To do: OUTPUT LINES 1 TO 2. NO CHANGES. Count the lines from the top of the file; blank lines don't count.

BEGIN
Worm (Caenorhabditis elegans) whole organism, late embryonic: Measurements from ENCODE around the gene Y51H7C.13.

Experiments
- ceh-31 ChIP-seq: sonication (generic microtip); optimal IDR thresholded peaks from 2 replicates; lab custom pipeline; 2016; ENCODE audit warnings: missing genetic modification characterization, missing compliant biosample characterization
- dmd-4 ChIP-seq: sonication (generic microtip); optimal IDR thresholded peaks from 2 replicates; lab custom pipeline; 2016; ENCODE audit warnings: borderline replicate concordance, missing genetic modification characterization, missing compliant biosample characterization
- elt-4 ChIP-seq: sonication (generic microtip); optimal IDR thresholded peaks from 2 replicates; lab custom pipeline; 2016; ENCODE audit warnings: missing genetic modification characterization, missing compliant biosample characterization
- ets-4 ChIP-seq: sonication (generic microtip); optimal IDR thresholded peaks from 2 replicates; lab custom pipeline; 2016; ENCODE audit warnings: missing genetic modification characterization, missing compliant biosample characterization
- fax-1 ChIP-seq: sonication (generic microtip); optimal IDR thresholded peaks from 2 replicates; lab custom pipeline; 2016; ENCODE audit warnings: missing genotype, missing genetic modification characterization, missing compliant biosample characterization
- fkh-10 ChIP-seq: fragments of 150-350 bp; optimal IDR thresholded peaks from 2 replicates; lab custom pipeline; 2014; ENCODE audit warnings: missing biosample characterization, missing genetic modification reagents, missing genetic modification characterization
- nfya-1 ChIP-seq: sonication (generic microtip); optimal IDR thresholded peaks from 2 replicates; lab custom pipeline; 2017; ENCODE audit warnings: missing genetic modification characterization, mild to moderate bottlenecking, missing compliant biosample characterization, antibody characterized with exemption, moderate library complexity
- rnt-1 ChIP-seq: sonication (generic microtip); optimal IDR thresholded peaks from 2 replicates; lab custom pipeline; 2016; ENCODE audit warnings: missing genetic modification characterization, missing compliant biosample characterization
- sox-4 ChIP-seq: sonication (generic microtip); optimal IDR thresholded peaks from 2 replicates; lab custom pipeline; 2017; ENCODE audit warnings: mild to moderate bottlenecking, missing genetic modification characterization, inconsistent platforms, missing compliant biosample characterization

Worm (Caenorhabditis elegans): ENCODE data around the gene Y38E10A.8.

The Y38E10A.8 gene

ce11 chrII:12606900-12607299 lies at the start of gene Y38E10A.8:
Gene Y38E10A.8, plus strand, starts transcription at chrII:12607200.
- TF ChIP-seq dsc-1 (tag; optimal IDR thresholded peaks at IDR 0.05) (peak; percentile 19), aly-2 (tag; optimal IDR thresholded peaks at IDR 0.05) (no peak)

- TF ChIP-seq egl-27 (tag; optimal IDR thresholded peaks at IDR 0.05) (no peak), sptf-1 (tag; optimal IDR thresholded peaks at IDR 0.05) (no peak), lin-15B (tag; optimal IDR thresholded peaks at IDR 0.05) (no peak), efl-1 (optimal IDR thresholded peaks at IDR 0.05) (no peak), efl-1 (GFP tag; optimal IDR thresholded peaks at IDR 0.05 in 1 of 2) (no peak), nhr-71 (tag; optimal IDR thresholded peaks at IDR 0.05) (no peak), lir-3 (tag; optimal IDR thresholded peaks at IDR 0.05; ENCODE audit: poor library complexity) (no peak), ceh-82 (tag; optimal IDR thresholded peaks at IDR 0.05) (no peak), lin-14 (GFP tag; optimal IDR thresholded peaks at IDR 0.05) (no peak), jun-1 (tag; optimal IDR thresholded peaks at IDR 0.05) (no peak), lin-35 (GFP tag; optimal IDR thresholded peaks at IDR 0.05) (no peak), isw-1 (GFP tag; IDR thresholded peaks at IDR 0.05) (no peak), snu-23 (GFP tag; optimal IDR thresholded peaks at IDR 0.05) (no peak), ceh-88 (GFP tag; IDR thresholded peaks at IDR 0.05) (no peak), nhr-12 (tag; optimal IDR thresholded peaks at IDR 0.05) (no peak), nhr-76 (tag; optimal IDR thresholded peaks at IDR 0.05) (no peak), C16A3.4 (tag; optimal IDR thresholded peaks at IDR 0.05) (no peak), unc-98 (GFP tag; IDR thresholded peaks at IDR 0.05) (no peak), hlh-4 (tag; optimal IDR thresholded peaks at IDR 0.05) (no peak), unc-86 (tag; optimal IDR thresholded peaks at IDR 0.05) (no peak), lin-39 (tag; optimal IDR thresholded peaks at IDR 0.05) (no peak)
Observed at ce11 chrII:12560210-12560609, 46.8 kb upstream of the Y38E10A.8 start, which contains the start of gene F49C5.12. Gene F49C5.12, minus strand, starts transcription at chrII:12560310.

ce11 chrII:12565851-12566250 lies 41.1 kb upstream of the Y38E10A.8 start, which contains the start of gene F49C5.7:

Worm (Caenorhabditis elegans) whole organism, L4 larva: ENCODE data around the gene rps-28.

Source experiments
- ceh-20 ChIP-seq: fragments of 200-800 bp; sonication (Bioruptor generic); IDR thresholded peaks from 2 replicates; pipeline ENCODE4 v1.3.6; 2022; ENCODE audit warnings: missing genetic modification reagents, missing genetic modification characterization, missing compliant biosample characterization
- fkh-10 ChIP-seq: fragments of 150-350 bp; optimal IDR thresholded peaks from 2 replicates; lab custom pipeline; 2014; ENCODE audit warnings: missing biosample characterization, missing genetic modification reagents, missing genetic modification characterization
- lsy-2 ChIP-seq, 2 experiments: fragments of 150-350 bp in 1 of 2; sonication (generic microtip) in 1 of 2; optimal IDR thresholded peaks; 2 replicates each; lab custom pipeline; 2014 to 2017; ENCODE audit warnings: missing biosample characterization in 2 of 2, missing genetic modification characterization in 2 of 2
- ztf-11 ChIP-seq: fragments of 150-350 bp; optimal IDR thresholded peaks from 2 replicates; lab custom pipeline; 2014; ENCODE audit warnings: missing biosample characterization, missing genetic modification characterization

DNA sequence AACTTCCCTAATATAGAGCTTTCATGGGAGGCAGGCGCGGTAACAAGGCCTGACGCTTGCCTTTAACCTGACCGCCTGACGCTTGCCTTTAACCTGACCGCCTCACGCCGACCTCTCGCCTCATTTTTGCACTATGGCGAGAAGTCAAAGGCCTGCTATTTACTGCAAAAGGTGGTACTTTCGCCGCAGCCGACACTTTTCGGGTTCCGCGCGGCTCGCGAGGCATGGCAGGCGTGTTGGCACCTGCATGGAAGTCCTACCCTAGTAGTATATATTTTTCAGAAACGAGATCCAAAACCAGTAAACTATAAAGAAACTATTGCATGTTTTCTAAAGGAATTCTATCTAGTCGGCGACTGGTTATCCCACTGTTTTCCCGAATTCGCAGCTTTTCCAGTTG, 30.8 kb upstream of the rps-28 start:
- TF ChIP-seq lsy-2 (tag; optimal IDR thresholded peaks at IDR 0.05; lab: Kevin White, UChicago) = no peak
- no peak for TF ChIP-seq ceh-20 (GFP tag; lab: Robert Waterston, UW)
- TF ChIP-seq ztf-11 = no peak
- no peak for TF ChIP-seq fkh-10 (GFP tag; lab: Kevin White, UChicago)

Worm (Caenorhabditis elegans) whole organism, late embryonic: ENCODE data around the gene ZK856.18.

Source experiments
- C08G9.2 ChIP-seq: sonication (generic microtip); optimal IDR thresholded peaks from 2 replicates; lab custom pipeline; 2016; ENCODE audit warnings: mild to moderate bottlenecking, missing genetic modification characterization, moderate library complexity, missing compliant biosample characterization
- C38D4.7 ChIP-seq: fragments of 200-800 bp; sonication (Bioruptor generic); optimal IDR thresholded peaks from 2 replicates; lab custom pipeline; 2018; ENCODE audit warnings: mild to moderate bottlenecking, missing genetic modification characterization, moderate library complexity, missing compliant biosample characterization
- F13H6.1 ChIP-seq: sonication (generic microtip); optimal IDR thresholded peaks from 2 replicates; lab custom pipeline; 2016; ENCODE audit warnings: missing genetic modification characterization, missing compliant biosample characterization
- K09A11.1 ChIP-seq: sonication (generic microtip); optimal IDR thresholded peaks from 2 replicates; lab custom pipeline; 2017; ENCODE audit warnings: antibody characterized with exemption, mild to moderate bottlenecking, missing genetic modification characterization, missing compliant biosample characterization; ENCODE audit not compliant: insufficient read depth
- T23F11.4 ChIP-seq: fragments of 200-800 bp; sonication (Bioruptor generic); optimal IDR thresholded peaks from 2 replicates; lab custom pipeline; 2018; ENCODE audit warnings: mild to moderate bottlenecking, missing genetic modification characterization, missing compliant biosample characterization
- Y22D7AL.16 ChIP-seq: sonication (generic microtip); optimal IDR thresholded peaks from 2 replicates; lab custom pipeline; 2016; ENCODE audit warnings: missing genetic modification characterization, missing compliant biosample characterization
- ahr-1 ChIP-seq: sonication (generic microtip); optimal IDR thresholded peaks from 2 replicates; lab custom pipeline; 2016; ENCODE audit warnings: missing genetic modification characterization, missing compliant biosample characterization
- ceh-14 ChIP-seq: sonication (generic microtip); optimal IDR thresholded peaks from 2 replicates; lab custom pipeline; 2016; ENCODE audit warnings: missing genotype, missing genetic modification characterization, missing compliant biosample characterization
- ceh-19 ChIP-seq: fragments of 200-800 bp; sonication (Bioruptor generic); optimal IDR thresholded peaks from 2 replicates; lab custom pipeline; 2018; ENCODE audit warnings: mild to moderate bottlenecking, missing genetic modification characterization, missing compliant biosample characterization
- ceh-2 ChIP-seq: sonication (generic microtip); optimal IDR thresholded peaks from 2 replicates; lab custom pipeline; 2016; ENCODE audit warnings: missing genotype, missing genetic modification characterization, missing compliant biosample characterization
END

Worm (Caenorhabditis elegans) whole organism, late embryonic: Measurements from ENCODE around the gene Y51H7C.13.

Experiments